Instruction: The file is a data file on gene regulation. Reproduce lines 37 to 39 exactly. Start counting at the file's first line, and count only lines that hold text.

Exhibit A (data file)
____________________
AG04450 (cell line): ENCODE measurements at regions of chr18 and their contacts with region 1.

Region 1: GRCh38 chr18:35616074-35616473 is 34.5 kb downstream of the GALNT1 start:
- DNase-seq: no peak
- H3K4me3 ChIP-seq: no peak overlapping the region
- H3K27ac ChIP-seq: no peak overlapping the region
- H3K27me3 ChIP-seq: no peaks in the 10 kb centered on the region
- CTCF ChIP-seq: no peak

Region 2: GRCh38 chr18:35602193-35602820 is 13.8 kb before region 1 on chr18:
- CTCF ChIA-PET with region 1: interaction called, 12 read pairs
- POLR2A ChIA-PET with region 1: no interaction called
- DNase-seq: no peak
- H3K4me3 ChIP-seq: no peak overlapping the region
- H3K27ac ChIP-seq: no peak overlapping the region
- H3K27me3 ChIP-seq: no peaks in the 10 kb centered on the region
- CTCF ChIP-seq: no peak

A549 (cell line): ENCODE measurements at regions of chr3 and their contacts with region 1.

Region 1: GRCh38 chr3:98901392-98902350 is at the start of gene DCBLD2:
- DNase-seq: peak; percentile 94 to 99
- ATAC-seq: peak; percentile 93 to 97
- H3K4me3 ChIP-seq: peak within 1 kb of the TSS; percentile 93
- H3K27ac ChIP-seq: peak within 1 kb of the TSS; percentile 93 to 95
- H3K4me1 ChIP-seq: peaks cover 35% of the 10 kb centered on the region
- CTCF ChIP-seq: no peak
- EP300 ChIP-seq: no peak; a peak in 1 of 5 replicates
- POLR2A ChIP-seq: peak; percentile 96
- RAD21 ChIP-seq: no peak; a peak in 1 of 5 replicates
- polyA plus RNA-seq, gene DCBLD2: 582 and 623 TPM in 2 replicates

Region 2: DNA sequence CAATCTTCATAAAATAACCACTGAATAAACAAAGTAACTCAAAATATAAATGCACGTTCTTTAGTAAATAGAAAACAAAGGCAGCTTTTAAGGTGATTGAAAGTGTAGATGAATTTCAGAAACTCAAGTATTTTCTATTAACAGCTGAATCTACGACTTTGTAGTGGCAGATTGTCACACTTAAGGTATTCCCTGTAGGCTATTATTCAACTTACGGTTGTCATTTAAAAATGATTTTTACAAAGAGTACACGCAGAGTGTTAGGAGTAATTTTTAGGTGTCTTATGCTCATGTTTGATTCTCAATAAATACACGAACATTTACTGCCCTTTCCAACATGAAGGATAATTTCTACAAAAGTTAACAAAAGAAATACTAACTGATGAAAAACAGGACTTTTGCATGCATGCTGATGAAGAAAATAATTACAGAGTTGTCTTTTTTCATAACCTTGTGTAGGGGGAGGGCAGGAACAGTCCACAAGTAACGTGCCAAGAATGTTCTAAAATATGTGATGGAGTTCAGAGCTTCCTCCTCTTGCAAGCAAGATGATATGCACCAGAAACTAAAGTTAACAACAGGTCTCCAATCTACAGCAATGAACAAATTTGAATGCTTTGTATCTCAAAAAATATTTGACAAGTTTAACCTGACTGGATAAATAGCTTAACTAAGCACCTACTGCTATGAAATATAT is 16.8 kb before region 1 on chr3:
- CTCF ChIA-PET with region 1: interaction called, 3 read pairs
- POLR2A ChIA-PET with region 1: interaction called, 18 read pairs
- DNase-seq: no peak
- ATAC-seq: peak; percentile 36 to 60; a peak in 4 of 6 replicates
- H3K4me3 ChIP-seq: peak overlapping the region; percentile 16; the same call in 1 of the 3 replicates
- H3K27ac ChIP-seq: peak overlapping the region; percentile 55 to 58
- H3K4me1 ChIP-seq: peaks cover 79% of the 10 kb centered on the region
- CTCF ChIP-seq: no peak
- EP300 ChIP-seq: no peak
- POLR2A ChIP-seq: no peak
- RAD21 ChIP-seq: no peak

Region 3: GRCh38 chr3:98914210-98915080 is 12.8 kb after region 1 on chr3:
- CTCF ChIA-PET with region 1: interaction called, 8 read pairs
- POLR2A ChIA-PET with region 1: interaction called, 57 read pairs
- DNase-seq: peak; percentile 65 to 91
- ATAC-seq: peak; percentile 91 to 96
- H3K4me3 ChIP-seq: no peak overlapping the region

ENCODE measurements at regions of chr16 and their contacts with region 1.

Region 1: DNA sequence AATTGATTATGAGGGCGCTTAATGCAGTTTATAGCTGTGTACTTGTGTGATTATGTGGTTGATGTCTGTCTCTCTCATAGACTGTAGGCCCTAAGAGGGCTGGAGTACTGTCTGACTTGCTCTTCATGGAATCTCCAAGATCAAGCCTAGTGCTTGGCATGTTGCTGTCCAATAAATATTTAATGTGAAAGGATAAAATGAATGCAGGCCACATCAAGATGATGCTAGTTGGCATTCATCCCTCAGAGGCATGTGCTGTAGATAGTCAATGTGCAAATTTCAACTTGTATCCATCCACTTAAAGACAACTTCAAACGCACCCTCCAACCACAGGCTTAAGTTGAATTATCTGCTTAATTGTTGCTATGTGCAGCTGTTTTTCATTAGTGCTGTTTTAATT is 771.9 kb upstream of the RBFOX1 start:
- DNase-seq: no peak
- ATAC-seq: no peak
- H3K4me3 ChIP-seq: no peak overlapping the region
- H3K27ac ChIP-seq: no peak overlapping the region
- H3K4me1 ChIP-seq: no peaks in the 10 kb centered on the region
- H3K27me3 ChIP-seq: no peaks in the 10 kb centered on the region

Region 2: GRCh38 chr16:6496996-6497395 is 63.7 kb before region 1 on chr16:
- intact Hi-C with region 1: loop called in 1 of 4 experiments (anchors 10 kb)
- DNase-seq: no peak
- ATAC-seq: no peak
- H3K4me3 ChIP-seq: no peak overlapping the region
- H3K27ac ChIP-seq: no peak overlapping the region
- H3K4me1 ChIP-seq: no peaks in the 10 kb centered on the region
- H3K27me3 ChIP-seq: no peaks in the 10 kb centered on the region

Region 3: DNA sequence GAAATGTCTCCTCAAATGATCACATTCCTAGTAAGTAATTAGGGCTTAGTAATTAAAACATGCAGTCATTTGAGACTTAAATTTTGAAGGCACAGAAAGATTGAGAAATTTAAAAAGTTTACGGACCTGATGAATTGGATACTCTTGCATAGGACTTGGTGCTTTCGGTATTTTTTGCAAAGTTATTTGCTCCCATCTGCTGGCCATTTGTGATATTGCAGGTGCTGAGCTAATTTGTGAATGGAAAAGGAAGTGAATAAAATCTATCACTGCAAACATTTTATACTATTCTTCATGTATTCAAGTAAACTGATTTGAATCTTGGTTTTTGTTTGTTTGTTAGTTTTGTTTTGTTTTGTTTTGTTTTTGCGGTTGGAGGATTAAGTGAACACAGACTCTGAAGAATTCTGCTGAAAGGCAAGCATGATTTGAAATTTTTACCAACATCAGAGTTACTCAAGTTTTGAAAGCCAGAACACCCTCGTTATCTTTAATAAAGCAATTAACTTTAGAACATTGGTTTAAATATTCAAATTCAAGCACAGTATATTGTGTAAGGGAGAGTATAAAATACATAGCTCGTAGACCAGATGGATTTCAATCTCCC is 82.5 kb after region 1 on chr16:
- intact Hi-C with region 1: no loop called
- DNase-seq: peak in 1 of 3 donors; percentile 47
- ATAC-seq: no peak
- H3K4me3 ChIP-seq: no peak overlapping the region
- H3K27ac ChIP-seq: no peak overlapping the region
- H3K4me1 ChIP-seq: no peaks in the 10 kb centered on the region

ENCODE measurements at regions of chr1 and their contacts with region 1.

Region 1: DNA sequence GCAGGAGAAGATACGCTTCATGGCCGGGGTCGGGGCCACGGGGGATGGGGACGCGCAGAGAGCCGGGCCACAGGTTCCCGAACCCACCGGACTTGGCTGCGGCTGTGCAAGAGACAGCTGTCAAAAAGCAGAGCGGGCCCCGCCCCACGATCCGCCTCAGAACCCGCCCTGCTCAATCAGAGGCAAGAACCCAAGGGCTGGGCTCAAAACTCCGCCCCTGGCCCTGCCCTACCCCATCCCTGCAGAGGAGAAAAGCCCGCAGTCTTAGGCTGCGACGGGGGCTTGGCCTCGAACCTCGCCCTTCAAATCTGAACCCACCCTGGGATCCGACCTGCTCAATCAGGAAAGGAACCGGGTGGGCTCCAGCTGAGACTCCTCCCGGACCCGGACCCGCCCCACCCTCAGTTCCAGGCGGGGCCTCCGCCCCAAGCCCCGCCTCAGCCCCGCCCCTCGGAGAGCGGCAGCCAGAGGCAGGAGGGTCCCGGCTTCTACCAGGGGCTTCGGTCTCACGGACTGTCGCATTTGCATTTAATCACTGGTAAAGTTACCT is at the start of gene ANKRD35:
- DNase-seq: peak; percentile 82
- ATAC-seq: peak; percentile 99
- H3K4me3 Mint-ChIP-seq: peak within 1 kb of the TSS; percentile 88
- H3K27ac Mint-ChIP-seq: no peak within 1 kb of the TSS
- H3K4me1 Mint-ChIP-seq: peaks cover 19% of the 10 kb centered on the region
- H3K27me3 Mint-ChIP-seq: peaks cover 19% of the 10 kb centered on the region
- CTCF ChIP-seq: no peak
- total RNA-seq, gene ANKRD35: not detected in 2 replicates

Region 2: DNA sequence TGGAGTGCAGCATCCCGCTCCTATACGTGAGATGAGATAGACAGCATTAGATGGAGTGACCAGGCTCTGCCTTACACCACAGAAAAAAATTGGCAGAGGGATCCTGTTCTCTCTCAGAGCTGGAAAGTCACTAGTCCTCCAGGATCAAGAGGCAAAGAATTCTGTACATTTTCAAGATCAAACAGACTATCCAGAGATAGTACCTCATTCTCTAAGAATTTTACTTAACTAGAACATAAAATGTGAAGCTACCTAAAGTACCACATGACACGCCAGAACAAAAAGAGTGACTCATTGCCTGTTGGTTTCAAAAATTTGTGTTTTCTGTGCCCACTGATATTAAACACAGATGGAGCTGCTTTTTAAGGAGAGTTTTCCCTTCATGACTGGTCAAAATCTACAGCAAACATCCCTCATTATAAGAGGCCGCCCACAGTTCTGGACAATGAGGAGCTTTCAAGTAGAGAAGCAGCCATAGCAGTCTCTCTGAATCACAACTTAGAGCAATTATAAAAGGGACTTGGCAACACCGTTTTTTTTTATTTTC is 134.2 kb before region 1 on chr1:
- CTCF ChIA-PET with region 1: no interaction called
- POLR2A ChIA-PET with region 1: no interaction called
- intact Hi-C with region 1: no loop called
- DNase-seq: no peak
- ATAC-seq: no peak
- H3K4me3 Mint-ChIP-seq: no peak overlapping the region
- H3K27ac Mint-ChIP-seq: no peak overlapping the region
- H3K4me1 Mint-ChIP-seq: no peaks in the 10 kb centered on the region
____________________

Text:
- EP300 ChIP-seq: no peak
- POLR2A ChIP-seq: no peak
- RAD21 ChIP-seq: no peak